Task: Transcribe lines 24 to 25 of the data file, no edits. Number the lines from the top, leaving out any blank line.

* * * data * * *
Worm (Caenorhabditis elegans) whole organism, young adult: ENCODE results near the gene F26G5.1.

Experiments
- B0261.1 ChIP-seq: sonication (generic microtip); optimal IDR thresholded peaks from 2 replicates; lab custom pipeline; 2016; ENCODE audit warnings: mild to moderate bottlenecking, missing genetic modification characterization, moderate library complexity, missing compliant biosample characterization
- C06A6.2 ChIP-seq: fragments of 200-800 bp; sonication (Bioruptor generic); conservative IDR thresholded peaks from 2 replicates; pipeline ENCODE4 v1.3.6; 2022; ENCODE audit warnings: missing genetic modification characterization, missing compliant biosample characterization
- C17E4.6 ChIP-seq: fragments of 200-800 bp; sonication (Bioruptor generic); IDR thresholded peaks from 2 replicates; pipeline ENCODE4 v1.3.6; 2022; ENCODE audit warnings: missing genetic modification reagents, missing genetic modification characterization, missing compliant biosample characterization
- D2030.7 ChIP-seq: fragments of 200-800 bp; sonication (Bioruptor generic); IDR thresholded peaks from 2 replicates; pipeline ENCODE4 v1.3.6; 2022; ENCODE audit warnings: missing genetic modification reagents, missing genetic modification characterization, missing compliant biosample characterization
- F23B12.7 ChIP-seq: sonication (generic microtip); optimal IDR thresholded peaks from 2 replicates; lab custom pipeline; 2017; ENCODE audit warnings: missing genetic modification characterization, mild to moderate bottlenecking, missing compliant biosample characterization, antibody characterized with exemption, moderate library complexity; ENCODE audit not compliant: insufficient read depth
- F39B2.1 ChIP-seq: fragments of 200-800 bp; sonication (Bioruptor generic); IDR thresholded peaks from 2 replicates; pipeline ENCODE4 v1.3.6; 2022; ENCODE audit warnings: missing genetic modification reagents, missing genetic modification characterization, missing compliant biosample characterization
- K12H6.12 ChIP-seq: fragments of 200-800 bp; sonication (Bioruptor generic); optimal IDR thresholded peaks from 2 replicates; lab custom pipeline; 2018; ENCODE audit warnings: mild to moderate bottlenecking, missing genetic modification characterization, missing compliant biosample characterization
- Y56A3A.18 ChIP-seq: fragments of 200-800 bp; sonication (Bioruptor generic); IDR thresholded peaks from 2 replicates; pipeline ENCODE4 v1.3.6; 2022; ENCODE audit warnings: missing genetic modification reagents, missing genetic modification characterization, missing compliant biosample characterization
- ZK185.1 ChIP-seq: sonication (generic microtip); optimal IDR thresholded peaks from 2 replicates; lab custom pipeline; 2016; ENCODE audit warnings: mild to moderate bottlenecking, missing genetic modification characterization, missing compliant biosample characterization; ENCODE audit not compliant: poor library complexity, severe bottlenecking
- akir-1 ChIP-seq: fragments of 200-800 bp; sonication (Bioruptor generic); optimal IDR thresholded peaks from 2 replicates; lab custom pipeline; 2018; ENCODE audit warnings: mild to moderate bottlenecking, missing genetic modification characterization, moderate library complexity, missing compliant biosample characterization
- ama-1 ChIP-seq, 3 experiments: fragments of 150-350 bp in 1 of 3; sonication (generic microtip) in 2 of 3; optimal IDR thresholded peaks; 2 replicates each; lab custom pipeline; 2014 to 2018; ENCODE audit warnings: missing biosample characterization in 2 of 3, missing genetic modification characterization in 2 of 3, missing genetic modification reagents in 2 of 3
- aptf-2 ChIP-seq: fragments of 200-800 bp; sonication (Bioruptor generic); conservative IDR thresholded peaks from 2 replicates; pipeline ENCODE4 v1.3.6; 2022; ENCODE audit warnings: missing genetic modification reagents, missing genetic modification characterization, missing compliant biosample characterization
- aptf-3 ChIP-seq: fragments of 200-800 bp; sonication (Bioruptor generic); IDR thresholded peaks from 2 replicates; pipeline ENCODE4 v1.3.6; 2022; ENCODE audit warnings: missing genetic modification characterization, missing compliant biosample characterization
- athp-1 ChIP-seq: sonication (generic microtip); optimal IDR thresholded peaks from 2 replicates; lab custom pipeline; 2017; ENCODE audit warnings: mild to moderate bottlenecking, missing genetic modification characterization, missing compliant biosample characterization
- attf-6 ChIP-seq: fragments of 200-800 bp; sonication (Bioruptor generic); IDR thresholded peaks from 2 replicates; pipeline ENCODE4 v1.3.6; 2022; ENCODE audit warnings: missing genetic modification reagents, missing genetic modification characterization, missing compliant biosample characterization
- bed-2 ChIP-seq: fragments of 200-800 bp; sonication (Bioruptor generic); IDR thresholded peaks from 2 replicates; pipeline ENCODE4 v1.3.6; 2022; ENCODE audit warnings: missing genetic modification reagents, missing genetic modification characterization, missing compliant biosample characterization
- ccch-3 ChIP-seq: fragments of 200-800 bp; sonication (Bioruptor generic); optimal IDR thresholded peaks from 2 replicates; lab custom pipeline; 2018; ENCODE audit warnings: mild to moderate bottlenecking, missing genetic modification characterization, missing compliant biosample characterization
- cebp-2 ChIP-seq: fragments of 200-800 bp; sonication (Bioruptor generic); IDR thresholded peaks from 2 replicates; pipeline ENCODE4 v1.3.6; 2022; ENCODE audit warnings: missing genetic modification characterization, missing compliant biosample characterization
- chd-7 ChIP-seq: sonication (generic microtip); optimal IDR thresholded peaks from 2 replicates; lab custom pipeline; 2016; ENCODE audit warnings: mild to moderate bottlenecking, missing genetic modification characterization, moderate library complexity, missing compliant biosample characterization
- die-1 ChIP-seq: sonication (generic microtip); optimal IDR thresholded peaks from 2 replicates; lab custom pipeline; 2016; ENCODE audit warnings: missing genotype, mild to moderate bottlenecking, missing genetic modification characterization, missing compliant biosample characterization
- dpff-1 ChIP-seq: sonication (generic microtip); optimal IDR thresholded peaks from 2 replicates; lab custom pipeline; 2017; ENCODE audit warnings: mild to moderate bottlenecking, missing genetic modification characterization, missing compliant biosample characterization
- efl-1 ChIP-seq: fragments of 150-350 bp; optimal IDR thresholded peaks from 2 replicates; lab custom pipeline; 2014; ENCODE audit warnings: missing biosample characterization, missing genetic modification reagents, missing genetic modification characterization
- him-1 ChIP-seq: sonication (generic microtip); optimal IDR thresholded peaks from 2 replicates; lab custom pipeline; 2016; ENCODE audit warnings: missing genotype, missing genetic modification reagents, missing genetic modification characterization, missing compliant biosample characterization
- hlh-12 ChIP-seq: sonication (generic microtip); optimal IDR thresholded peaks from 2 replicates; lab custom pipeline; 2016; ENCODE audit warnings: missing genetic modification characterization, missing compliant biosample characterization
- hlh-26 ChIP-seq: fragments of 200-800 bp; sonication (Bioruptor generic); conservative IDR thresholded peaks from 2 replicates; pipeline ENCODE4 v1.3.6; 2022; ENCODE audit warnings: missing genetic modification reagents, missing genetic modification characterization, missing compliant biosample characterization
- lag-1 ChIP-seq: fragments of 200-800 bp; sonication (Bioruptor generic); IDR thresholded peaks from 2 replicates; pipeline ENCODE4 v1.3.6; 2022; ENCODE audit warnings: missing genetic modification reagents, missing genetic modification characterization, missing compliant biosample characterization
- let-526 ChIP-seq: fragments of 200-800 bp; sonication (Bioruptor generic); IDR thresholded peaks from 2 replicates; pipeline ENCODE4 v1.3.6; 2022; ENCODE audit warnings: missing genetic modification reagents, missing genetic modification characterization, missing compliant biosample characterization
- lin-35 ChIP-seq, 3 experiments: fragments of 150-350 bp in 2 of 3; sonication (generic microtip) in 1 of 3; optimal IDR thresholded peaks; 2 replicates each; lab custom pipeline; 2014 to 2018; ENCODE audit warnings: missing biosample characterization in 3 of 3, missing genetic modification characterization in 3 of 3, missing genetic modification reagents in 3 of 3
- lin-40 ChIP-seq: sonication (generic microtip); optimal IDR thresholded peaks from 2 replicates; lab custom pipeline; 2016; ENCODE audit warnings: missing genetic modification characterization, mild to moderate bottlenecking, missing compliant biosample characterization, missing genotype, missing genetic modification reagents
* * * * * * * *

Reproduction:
- efl-1 ChIP-seq: fragments of 150-350 bp; optimal IDR thresholded peaks from 2 replicates; lab custom pipeline; 2014; ENCODE audit warnings: missing biosample characterization, missing genetic modification reagents, missing genetic modification characterization
- him-1 ChIP-seq: sonication (generic microtip); optimal IDR thresholded peaks from 2 replicates; lab custom pipeline; 2016; ENCODE audit warnings: missing genotype, missing genetic modification reagents, missing genetic modification characterization, missing compliant biosample characterization